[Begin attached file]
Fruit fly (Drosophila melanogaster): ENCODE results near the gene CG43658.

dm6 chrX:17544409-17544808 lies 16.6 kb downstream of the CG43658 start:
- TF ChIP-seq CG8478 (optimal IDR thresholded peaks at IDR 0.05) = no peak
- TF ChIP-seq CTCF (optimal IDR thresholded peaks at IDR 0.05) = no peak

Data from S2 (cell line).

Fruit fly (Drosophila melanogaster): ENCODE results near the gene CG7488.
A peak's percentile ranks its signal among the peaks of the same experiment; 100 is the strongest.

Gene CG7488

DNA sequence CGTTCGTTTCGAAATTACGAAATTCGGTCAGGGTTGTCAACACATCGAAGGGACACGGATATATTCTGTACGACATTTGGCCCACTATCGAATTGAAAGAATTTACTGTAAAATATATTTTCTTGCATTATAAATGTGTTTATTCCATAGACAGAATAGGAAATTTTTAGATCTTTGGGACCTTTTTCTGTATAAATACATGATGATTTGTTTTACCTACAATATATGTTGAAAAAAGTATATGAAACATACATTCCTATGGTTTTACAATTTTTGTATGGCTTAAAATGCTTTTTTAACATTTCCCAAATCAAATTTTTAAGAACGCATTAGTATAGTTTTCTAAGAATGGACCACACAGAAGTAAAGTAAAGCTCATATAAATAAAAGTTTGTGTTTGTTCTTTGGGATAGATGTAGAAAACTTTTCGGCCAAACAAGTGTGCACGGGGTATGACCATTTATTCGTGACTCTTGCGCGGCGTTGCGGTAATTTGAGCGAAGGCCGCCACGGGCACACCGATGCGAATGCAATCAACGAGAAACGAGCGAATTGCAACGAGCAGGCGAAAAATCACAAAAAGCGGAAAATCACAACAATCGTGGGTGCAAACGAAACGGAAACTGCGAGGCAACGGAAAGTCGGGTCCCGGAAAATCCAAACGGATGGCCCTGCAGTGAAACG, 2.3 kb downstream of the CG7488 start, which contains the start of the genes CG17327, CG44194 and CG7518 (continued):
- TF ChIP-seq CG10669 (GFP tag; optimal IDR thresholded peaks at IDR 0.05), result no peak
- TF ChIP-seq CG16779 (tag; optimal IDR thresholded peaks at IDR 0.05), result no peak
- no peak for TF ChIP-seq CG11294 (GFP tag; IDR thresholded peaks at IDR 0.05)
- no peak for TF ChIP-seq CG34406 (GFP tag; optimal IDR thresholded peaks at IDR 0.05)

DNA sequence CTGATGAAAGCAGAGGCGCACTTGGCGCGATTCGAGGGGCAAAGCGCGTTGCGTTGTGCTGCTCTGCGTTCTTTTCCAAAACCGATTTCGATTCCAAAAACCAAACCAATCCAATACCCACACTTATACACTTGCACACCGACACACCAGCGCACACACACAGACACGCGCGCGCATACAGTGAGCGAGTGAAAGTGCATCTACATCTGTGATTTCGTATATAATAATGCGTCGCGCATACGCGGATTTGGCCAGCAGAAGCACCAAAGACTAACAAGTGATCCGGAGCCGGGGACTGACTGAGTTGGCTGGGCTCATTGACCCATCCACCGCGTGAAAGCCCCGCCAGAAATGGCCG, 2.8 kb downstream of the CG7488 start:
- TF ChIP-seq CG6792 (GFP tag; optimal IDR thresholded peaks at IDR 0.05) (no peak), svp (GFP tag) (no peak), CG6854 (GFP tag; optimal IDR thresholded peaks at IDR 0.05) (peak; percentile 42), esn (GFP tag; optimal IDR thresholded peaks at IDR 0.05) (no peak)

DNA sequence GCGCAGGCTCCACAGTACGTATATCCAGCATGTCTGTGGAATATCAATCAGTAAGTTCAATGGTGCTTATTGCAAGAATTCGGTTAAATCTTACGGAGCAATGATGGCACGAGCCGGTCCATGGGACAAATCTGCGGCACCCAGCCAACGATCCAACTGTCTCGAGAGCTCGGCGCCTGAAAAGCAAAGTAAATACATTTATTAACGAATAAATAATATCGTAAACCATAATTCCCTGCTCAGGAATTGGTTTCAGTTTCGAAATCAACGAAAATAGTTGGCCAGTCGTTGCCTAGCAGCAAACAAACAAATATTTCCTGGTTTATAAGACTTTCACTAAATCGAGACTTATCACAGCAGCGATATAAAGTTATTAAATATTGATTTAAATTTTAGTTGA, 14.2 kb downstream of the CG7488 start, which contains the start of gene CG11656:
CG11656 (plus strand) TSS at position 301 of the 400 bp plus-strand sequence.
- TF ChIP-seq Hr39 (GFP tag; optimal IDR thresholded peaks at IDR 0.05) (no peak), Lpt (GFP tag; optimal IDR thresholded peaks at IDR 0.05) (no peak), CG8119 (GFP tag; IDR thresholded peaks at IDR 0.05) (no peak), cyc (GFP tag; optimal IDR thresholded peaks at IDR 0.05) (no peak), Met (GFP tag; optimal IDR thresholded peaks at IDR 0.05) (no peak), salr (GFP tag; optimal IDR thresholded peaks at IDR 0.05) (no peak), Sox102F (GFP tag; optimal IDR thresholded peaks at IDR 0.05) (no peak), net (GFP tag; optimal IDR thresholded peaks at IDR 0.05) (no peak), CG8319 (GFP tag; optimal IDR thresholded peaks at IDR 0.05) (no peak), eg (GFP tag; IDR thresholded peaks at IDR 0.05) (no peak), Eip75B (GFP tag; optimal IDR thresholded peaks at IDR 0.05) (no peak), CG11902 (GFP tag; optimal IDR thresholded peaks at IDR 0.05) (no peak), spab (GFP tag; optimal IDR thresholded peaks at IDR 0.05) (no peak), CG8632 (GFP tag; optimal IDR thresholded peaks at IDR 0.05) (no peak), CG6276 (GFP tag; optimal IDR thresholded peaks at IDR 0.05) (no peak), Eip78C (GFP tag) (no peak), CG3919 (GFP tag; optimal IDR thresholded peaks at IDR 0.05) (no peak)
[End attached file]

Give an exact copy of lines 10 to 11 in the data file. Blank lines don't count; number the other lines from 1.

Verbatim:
- TF ChIP-seq CG10669 (GFP tag; optimal IDR thresholded peaks at IDR 0.05), result no peak
- TF ChIP-seq CG16779 (tag; optimal IDR thresholded peaks at IDR 0.05), result no peak